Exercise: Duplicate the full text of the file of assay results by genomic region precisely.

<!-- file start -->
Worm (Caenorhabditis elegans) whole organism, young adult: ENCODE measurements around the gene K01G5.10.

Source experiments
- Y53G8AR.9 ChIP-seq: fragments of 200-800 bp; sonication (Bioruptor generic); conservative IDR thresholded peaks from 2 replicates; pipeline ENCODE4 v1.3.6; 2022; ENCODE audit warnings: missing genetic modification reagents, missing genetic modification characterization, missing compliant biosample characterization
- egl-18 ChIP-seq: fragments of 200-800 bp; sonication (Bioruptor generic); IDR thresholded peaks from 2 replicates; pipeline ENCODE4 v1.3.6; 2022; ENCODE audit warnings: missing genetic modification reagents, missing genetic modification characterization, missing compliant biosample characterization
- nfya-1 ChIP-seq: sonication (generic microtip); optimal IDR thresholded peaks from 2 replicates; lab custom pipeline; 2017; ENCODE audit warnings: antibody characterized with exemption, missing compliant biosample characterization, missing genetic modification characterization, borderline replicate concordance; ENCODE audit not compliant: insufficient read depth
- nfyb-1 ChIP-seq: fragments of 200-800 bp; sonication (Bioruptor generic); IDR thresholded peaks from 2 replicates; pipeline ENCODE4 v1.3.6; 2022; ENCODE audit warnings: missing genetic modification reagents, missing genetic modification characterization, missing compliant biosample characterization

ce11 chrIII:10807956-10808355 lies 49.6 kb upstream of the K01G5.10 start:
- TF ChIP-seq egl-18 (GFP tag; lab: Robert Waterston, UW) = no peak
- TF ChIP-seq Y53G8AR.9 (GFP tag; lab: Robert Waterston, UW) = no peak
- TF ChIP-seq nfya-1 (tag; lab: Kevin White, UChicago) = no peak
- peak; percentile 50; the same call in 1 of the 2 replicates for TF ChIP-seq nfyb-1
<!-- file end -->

Worm (Caenorhabditis elegans) whole organism, young adult: ENCODE measurements around the gene K01G5.10.

Source experiments
- Y53G8AR.9 ChIP-seq: fragments of 200-800 bp; sonication (Bioruptor generic); conservative IDR thresholded peaks from 2 replicates; pipeline ENCODE4 v1.3.6; 2022; ENCODE audit warnings: missing genetic modification reagents, missing genetic modification characterization, missing compliant biosample characterization
- egl-18 ChIP-seq: fragments of 200-800 bp; sonication (Bioruptor generic); IDR thresholded peaks from 2 replicates; pipeline ENCODE4 v1.3.6; 2022; ENCODE audit warnings: missing genetic modification reagents, missing genetic modification characterization, missing compliant biosample characterization
- nfya-1 ChIP-seq: sonication (generic microtip); optimal IDR thresholded peaks from 2 replicates; lab custom pipeline; 2017; ENCODE audit warnings: antibody characterized with exemption, missing compliant biosample characterization, missing genetic modification characterization, borderline replicate concordance; ENCODE audit not compliant: insufficient read depth
- nfyb-1 ChIP-seq: fragments of 200-800 bp; sonication (Bioruptor generic); IDR thresholded peaks from 2 replicates; pipeline ENCODE4 v1.3.6; 2022; ENCODE audit warnings: missing genetic modification reagents, missing genetic modification characterization, missing compliant biosample characterization

ce11 chrIII:10807956-10808355 lies 49.6 kb upstream of the K01G5.10 start:
- TF ChIP-seq egl-18 (GFP tag; lab: Robert Waterston, UW) = no peak
- TF ChIP-seq Y53G8AR.9 (GFP tag; lab: Robert Waterston, UW) = no peak
- TF ChIP-seq nfya-1 (tag; lab: Kevin White, UChicago) = no peak
- peak; percentile 50; the same call in 1 of the 2 replicates for TF ChIP-seq nfyb-1